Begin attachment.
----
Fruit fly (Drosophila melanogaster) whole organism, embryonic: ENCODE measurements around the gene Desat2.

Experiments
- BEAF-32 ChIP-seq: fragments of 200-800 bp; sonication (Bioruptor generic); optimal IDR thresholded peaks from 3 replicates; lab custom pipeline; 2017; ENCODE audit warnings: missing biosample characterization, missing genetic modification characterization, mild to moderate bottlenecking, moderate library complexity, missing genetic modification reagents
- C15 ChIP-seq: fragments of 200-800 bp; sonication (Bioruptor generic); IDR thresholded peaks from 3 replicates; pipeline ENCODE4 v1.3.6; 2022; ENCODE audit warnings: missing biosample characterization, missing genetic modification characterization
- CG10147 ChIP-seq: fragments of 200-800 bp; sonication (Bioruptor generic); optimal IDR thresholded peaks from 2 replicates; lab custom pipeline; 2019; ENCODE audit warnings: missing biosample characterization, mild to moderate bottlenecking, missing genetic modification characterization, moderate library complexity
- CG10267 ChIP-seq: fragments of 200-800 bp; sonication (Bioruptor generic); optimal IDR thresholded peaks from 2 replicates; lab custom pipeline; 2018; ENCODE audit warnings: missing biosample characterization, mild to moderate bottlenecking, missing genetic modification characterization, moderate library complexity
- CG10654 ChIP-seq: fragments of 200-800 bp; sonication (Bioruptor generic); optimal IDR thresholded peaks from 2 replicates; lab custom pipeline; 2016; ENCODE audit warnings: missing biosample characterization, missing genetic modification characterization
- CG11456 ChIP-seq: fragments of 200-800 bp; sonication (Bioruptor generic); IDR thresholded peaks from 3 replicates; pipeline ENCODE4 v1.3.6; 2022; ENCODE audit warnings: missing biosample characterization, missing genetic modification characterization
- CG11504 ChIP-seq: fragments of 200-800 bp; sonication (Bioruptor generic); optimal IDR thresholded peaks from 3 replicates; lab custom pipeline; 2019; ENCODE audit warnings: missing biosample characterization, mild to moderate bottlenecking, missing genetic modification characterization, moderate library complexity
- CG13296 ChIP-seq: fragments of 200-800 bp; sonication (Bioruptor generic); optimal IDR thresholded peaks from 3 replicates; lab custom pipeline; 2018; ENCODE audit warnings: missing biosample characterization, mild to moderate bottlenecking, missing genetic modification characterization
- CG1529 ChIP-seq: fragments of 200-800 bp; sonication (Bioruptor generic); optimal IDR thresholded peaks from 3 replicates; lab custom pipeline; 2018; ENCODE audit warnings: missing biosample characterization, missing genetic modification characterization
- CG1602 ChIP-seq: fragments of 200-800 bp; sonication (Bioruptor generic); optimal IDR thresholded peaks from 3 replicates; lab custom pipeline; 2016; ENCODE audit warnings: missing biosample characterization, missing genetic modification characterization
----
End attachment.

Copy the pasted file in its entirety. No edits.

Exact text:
Fruit fly (Drosophila melanogaster) whole organism, embryonic: ENCODE measurements around the gene Desat2.

Experiments
- BEAF-32 ChIP-seq: fragments of 200-800 bp; sonication (Bioruptor generic); optimal IDR thresholded peaks from 3 replicates; lab custom pipeline; 2017; ENCODE audit warnings: missing biosample characterization, missing genetic modification characterization, mild to moderate bottlenecking, moderate library complexity, missing genetic modification reagents
- C15 ChIP-seq: fragments of 200-800 bp; sonication (Bioruptor generic); IDR thresholded peaks from 3 replicates; pipeline ENCODE4 v1.3.6; 2022; ENCODE audit warnings: missing biosample characterization, missing genetic modification characterization
- CG10147 ChIP-seq: fragments of 200-800 bp; sonication (Bioruptor generic); optimal IDR thresholded peaks from 2 replicates; lab custom pipeline; 2019; ENCODE audit warnings: missing biosample characterization, mild to moderate bottlenecking, missing genetic modification characterization, moderate library complexity
- CG10267 ChIP-seq: fragments of 200-800 bp; sonication (Bioruptor generic); optimal IDR thresholded peaks from 2 replicates; lab custom pipeline; 2018; ENCODE audit warnings: missing biosample characterization, mild to moderate bottlenecking, missing genetic modification characterization, moderate library complexity
- CG10654 ChIP-seq: fragments of 200-800 bp; sonication (Bioruptor generic); optimal IDR thresholded peaks from 2 replicates; lab custom pipeline; 2016; ENCODE audit warnings: missing biosample characterization, missing genetic modification characterization
- CG11456 ChIP-seq: fragments of 200-800 bp; sonication (Bioruptor generic); IDR thresholded peaks from 3 replicates; pipeline ENCODE4 v1.3.6; 2022; ENCODE audit warnings: missing biosample characterization, missing genetic modification characterization
- CG11504 ChIP-seq: fragments of 200-800 bp; sonication (Bioruptor generic); optimal IDR thresholded peaks from 3 replicates; lab custom pipeline; 2019; ENCODE audit warnings: missing biosample characterization, mild to moderate bottlenecking, missing genetic modification characterization, moderate library complexity
- CG13296 ChIP-seq: fragments of 200-800 bp; sonication (Bioruptor generic); optimal IDR thresholded peaks from 3 replicates; lab custom pipeline; 2018; ENCODE audit warnings: missing biosample characterization, mild to moderate bottlenecking, missing genetic modification characterization
- CG1529 ChIP-seq: fragments of 200-800 bp; sonication (Bioruptor generic); optimal IDR thresholded peaks from 3 replicates; lab custom pipeline; 2018; ENCODE audit warnings: missing biosample characterization, missing genetic modification characterization
- CG1602 ChIP-seq: fragments of 200-800 bp; sonication (Bioruptor generic); optimal IDR thresholded peaks from 3 replicates; lab custom pipeline; 2016; ENCODE audit warnings: missing biosample characterization, missing genetic modification characterization